Blah, Blah, Blah Benghazi

Barack Obama,Bush,Foreign Policy,Iraq


“On the atrocity scale,” I wrote on 11.19.12 “Bush’s badness dwarfed Benghazi-gate.” Any one with a moral compass and a cerebral cortex recognizes that, as scandalous as it is, Benghazi is small scale compared to the immoral, fraudulent invasion of Iraq, and the cost in blood and treasure George W. Bush wrought with that one.

It would be an entirely different matter if Republicans had the intellectual moxie to examine the human toll, for decades to come, of Obama’s “murder by multilateralism” in Libya. For that was what the invasion of Libya amounted to.

But they don’t. To the Republicans, Benghazi-gate amounts to no more that a “procedural mishap.” Namely, finding out “what happened? How did it happen? Who covered it up? And, above all, how do we return to doing what we did before IT happened. ‘IT’ being the Sept. 11 attack on the embassy in Libya that left Ambassador Chris Stevens and ‘three other,’ mostly faceless Americans dead.”

In any event, ABC homes in on the meat of the scandal, tracing it directly to the Obama administration:

…ABC News has obtained 12 different versions of the talking points that show they were extensively edited as they evolved from the drafts first written entirely by the CIA to the final version distributed to Congress and to U.S. Ambassador to the U.N. Susan Rice before she appeared on five talk shows the Sunday after that attack.
White House emails reviewed by ABC News suggest the edits were made with extensive input from the State Department. The edits included requests from the State Department that references to the Al Qaeda-affiliated group Ansar al-Sharia be deleted as well references to CIA warnings about terrorist threats in Benghazi in the months preceding the attack. …

The bare-bones of Benghazi is laid out by STEPHEN F. HAYES of the neoconservative Weekly Standard:

….Within 24 hours of the attack, the U.S. government had intercepted communications between two al Qaeda-linked terrorists discussing the attacks in Benghazi. One of the jihadists, a member of Ansar al Sharia, reported to the other that he had participated in the assault on the U.S. diplomatic post. Solid evidence. And there was more. Later that same day, the CIA station chief in Libya had sent a memo back to Washington, reporting that eyewitnesses to the attack said the participants were known jihadists, with ties to al Qaeda.
Before circulating the talking points to administration policymakers in the early evening of Friday, September 14, CIA officials changed “Islamic extremists with ties to al Qaeda” to simply “Islamic extremists.” But elsewhere, they added new contextual references to radical Islamists. They noted that initial press reports pointed to Ansar al Sharia involvement and added a bullet point highlighting the fact that the agency had warned about another potential attack on U.S. diplomatic facilities in the region. “On 10 September we warned of social media reports calling for a demonstration in front of the [Cairo] Embassy and that jihadists were threatening to break into the Embassy.” All told, the draft of the CIA talking points that was sent to top Obama administration officials that Friday evening included more than a half-dozen references to the enemy?—?al Qaeda, Ansar al Sharia, jihadists, Islamic extremists, and so on.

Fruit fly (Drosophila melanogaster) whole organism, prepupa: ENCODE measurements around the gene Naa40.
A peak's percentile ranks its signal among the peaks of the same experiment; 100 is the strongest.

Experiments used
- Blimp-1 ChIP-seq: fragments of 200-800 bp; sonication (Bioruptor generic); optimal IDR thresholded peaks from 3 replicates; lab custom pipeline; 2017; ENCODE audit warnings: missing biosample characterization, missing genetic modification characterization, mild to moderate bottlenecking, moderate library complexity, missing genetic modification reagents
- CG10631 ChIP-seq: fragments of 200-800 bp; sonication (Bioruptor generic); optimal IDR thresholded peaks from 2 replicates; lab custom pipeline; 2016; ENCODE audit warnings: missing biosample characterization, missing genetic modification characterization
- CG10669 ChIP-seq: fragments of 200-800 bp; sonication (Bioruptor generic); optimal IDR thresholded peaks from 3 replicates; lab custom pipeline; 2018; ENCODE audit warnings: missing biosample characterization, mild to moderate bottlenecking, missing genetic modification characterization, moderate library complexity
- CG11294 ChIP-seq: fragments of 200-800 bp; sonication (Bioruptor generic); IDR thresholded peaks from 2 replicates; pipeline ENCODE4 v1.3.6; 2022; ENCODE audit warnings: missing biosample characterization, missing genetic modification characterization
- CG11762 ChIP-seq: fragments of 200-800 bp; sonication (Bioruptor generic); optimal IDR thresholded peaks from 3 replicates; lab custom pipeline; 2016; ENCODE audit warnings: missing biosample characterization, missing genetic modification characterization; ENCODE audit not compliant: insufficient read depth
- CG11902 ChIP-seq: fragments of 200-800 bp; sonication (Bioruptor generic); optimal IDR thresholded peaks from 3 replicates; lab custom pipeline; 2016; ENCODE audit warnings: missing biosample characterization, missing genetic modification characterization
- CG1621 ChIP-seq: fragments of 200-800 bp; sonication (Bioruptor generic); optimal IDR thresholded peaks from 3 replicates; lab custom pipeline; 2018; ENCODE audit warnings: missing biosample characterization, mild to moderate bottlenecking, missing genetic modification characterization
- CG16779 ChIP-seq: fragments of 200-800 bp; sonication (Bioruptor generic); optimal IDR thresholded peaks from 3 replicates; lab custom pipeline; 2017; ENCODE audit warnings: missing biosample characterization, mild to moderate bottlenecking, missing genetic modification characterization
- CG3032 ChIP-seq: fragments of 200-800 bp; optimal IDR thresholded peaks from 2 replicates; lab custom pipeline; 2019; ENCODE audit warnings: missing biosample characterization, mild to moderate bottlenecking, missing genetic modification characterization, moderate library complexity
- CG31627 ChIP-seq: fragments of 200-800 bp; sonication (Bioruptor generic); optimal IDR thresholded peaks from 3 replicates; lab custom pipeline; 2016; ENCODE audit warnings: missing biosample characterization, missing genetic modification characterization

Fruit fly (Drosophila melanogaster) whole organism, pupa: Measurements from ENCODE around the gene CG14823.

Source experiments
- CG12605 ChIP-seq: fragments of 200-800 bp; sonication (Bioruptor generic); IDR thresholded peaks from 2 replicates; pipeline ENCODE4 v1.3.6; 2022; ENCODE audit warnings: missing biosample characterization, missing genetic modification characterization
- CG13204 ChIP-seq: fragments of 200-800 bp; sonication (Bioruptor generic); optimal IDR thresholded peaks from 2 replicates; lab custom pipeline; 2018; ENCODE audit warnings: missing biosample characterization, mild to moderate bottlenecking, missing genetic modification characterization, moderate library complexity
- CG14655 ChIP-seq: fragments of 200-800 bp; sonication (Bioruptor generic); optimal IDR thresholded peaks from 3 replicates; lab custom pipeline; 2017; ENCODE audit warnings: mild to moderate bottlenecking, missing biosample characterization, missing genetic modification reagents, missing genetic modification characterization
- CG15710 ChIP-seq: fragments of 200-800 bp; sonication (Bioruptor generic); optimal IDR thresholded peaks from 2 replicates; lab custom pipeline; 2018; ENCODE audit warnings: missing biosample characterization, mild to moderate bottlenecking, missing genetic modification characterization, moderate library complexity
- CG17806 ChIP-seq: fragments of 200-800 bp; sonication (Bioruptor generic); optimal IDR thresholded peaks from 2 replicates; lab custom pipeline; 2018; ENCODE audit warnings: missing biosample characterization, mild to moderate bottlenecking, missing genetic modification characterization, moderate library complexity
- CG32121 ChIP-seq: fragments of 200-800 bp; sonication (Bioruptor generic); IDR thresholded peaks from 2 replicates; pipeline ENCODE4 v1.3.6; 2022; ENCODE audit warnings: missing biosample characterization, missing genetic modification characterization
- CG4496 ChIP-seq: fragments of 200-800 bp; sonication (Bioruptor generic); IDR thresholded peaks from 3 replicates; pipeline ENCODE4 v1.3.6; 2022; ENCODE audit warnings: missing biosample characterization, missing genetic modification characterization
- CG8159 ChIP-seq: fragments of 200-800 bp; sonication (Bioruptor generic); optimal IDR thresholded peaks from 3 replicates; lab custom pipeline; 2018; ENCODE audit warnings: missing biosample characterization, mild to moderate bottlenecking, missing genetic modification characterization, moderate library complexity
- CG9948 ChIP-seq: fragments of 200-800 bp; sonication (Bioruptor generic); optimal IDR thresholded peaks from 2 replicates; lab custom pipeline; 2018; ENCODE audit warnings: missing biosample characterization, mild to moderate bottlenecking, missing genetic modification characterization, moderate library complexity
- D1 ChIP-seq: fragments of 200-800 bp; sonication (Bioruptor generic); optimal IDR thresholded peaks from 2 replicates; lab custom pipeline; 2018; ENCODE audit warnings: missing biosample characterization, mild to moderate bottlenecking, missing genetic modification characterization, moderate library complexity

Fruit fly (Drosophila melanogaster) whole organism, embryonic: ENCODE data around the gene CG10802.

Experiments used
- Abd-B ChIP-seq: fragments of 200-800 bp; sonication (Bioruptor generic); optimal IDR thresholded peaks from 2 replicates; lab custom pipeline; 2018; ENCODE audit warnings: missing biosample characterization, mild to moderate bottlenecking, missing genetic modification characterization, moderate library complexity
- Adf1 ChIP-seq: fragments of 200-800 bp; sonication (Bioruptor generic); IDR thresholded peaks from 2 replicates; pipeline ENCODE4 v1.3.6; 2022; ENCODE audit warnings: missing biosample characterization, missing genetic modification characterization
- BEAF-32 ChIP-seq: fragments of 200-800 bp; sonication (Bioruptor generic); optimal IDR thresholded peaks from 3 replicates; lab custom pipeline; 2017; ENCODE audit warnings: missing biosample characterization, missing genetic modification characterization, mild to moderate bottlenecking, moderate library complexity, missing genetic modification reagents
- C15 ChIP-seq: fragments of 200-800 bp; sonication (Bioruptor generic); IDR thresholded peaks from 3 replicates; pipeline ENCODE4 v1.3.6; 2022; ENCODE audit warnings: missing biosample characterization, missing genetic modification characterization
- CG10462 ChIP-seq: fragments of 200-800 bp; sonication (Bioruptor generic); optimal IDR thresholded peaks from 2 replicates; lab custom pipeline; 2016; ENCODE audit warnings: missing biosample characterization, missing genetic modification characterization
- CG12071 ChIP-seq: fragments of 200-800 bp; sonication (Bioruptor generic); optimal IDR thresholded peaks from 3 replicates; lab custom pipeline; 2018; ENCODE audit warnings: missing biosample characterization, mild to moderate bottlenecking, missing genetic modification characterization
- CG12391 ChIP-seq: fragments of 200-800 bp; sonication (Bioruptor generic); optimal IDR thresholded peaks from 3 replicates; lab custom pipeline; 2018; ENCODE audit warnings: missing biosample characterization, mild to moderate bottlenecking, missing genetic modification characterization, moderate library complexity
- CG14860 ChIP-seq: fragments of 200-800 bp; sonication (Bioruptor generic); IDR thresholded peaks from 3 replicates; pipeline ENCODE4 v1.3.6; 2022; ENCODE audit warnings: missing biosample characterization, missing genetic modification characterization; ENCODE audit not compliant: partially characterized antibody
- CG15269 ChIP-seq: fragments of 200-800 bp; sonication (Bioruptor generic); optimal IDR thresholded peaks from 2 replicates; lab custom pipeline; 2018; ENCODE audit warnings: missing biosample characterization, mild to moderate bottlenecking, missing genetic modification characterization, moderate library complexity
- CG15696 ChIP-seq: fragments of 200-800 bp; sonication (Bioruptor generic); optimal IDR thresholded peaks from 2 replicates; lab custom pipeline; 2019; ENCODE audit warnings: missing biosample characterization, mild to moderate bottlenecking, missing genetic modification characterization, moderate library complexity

The version Petraeus received in his inbox Saturday, however, had none. The only remaining allusion to the bad guys noted that “extremists” might have participated in “violent demonstrations.”
In an email at 2:44 p.m. to Chip Walter, head of the CIA’s legislative affairs office, Petraeus expressed frustration at the new, scrubbed talking points, noting that they had been stripped of much of the content his agency had provided. Petraeus noted with evident disappointment that the policymakers had even taken out the line about the CIA’s warning on Cairo. The CIA director, long regarded as a team player, declined to pick a fight with the White House and seemed resigned to the propagation of the administration’s preferred narrative. The final decisions about what to tell the American people rest with the national security staff, he reminded Walter, and not with the CIA. …


As the always outspoken and interesting Michael Scheuer put it, not so long ago, “Barack Obama is a despicable man.”

Indeed. On par with George Bush.